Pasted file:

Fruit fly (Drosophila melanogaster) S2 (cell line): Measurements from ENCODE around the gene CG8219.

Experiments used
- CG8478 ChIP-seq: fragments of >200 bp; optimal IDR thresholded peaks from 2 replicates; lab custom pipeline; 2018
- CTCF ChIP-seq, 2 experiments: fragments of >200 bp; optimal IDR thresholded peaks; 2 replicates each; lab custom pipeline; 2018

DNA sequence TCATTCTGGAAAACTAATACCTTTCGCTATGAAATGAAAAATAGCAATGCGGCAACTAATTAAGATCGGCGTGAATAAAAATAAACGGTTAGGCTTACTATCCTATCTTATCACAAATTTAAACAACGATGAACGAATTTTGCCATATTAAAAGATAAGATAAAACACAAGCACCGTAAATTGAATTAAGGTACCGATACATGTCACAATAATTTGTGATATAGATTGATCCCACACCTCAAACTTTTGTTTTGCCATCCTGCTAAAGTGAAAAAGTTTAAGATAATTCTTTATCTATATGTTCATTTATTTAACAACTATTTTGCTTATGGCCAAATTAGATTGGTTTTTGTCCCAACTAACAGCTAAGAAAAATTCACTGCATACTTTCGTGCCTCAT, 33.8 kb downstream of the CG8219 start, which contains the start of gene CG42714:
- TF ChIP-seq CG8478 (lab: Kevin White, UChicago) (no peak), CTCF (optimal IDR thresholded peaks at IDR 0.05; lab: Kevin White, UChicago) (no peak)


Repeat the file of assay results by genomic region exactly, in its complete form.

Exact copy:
Fruit fly (Drosophila melanogaster) S2 (cell line): Measurements from ENCODE around the gene CG8219.

Experiments used
- CG8478 ChIP-seq: fragments of >200 bp; optimal IDR thresholded peaks from 2 replicates; lab custom pipeline; 2018
- CTCF ChIP-seq, 2 experiments: fragments of >200 bp; optimal IDR thresholded peaks; 2 replicates each; lab custom pipeline; 2018

DNA sequence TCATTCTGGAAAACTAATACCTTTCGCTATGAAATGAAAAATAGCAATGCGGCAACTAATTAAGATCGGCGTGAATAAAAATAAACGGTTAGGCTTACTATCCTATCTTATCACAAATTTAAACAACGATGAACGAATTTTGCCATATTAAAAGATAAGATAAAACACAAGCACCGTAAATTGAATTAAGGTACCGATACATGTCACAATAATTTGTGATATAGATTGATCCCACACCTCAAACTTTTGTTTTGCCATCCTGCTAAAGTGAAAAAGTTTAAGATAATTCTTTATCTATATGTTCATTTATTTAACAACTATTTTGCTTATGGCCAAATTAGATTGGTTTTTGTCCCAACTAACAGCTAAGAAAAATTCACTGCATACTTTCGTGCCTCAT, 33.8 kb downstream of the CG8219 start, which contains the start of gene CG42714:
- TF ChIP-seq CG8478 (lab: Kevin White, UChicago) (no peak), CTCF (optimal IDR thresholded peaks at IDR 0.05; lab: Kevin White, UChicago) (no peak)